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Good Morning Comedy

Ignite your mid-week with a Wednesday morning of laughter in the comfort of one of Adelaide’s best venues . . . Free morning tea. Special prices for seniors.

Free morning tea. Special prices for seniors. Just a couple of the more obvious clues signposted in the Good Morning Comedy Fringe spiel that my obstinate brain wilfully failed to acknowledge.

Even with the especial mention promoting the Mercury Cinema’s comfort-factor, it still refused to twig. A stand-up promoter once told me that, according to the psychology of tension and release, he would abandon the air-con, strip out the comfy chairs, and sell more tickets than the venue’s overall available arse-space. In contrast, today’s promoter apologised for the poor turn-out by way of the unfortunate Wednesday time-slot coinciding with ‘canasta morning’. I kid you not. Tension and release here would necessitate a concern for Tena supplies.

Of course, my selective neurons chose to instead narrow in on the ‘ignite’ element of the marketing material, envisioning themselves a test-subject in some radical societal reimagining straight from the John Lennon songbook. Could swapping out Samantha Armytage for a session of intentional comedy over a bowl of pre-work Weetbix bring peace to our planet? Would a workaday world of chuckle-primed citizens herald a bright new era of technological innovation, eliminate corporate greed, and contribute to lowering cholesterol? I was ready to take the one day challenge.

The results, while perhaps short of a socio-cultural epiphany, were still a revelation. And instructively so, insomuch as that my previous review’s comedy-related commentary on those of advanced age could be considered a trifle inflammatory, like arthritic ankles after a long day of croquet. But sitting stone-cold sober in a well-lit and comfortable theatre among a fleet of senior citz to watch stand-up on a Wednesday before midday – well, it all just somehow worked; an agreeably cheerful blue-rinse revolution of the pleasant canasta-skipping kind.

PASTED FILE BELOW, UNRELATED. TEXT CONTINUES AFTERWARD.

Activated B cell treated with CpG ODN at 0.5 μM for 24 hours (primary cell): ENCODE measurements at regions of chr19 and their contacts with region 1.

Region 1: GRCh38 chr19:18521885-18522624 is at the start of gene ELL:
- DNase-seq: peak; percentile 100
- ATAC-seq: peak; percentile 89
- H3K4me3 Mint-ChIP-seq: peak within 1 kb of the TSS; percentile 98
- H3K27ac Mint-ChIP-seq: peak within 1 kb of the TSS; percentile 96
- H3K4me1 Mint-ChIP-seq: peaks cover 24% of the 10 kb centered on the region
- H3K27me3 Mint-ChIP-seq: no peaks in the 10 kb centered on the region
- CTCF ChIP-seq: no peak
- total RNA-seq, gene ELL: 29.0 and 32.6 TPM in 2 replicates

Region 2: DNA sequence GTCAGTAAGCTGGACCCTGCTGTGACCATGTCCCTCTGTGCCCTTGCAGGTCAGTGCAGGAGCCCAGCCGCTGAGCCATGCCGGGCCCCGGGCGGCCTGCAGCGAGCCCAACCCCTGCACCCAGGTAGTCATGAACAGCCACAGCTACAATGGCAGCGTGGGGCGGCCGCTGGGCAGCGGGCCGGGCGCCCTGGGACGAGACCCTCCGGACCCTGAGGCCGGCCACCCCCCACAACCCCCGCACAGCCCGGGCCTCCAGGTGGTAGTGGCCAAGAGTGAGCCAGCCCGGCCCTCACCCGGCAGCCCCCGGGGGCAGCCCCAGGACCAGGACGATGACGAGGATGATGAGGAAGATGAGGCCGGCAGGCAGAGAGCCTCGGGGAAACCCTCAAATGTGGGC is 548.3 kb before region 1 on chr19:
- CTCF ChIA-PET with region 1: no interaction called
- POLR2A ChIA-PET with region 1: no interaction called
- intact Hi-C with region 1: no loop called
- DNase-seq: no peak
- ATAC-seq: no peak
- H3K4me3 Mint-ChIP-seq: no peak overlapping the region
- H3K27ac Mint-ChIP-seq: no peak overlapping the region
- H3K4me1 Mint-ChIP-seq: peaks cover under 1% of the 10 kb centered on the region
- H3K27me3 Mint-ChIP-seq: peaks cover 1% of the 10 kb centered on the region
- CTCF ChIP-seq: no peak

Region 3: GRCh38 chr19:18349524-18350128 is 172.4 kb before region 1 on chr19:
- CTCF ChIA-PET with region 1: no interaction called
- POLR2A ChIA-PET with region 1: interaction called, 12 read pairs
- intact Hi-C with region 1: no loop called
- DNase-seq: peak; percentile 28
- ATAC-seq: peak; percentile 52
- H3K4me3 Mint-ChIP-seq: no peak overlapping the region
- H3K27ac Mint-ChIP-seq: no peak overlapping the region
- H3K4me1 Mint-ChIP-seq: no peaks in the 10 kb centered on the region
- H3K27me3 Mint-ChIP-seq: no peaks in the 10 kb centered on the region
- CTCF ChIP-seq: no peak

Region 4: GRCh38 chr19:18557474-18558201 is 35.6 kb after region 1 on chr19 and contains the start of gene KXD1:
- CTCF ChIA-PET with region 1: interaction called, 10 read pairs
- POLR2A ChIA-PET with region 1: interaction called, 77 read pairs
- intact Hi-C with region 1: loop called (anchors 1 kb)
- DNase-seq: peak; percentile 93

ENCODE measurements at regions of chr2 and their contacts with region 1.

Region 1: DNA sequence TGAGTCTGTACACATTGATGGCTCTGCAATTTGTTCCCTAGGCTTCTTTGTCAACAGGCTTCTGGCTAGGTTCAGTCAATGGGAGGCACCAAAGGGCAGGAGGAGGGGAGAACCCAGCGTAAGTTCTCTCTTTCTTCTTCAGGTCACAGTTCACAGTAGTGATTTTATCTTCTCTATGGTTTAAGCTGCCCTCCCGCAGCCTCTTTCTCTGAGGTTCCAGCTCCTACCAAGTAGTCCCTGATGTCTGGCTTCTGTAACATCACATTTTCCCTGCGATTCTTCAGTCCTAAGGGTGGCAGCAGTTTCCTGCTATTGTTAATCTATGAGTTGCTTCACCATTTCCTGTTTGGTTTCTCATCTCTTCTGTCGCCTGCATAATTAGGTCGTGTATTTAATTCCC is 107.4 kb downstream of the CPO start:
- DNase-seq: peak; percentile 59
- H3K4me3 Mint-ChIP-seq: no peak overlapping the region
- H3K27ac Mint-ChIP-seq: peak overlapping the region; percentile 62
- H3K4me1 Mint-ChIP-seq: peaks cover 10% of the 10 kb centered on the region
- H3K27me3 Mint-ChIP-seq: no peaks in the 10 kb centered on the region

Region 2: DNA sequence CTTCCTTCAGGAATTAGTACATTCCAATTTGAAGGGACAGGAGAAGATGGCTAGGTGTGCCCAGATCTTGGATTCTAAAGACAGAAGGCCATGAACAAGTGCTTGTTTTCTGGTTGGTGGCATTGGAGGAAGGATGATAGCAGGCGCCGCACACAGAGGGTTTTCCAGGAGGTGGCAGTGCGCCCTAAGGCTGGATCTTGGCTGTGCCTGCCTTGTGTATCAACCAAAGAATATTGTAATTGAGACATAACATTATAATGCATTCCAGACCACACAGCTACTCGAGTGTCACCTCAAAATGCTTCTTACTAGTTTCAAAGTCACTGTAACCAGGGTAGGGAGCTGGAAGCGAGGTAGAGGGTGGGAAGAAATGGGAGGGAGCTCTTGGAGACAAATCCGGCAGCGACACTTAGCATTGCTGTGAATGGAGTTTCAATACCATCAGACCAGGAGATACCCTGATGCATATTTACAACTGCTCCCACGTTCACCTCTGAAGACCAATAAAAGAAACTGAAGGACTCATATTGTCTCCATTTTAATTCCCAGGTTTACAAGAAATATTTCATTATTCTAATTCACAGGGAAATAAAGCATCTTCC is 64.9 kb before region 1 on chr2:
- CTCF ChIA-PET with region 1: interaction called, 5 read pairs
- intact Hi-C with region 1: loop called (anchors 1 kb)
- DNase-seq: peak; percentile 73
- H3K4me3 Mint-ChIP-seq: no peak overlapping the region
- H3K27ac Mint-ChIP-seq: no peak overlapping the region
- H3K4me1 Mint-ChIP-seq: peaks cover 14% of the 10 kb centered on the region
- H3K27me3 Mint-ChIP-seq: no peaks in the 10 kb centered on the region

As one comedian quipped, perhaps it was the generally low expectations, as the audience had collectively reached a point in their lives where they really could not give a fuck. Indeed, one chap even brought along a newspaper in case he got bored. But the gala comedians, MC Eddie Bannon (Ire), Gordon Southern (Eng), Ray Bradshaw (Scot), and Australia’s Simon Taylor, were excellent to a man, witty and well-paced, with their own apparent bemusement at the attendance-demographic shining through in an all-round good-natured performance with plentiful off-the-cuff age-based ribbing and a slew of well-received Adelaide observations.

So, is ante meridiem merriment the potential new ‘mindfulness’, set to loosen the gloomy shackles of Capitalism and propel the workforce into each shiny new day with a greater creative awareness and warm open heart? Or could it at least make the office populace a smidge more gelastic, the comedy-equivalent of watching a Steven Seagal flick and then-after mimicking limb-snapping smooth-maneuvers on low-lying branches? Apparently not. But while my mornings are already mostly comedic pre-caffeination, I thoroughly enjoyed Good Morning Comedy for its odd alignment of stars. All five of them. Faultless.

★★★★★

Ryan Quinlan

Ryan Quinlan

Ryan Quinlan is a nomadic freelance writer and satirical columnist who seriously struggles to write about himself in third person.

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